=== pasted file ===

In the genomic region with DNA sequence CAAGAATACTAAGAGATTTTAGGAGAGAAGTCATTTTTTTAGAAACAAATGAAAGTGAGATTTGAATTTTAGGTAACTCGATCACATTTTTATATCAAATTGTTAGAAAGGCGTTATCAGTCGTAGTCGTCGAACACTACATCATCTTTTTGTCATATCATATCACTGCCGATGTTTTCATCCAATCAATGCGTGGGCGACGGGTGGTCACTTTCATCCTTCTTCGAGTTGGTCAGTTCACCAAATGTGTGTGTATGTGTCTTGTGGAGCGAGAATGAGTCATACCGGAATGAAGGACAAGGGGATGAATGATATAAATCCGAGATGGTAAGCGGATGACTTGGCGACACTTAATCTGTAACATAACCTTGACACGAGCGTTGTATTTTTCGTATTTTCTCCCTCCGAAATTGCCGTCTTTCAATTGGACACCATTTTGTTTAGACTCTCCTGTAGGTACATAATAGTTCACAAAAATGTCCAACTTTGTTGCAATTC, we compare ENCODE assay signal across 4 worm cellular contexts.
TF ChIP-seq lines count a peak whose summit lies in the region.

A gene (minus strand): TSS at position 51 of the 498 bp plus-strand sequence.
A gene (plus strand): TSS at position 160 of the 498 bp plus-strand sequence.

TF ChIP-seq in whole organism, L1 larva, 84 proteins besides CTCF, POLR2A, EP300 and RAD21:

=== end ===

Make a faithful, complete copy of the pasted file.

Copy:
In the genomic region with DNA sequence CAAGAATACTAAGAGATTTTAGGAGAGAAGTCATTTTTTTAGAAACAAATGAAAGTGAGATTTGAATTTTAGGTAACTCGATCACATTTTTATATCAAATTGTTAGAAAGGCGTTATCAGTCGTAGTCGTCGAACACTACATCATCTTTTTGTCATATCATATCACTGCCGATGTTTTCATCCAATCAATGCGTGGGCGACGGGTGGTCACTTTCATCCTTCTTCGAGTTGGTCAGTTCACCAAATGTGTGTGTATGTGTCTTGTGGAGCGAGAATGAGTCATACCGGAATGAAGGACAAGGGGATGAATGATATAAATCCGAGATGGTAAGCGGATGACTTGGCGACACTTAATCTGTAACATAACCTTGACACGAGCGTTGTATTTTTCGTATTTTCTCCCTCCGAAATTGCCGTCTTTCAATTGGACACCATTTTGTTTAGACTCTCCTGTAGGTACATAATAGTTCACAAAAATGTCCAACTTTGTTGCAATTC, we compare ENCODE assay signal across 4 worm cellular contexts.
TF ChIP-seq lines count a peak whose summit lies in the region.

A gene (minus strand): TSS at position 51 of the 498 bp plus-strand sequence.
A gene (plus strand): TSS at position 160 of the 498 bp plus-strand sequence.

TF ChIP-seq in whole organism, L1 larva, 84 proteins besides CTCF, POLR2A, EP300 and RAD21: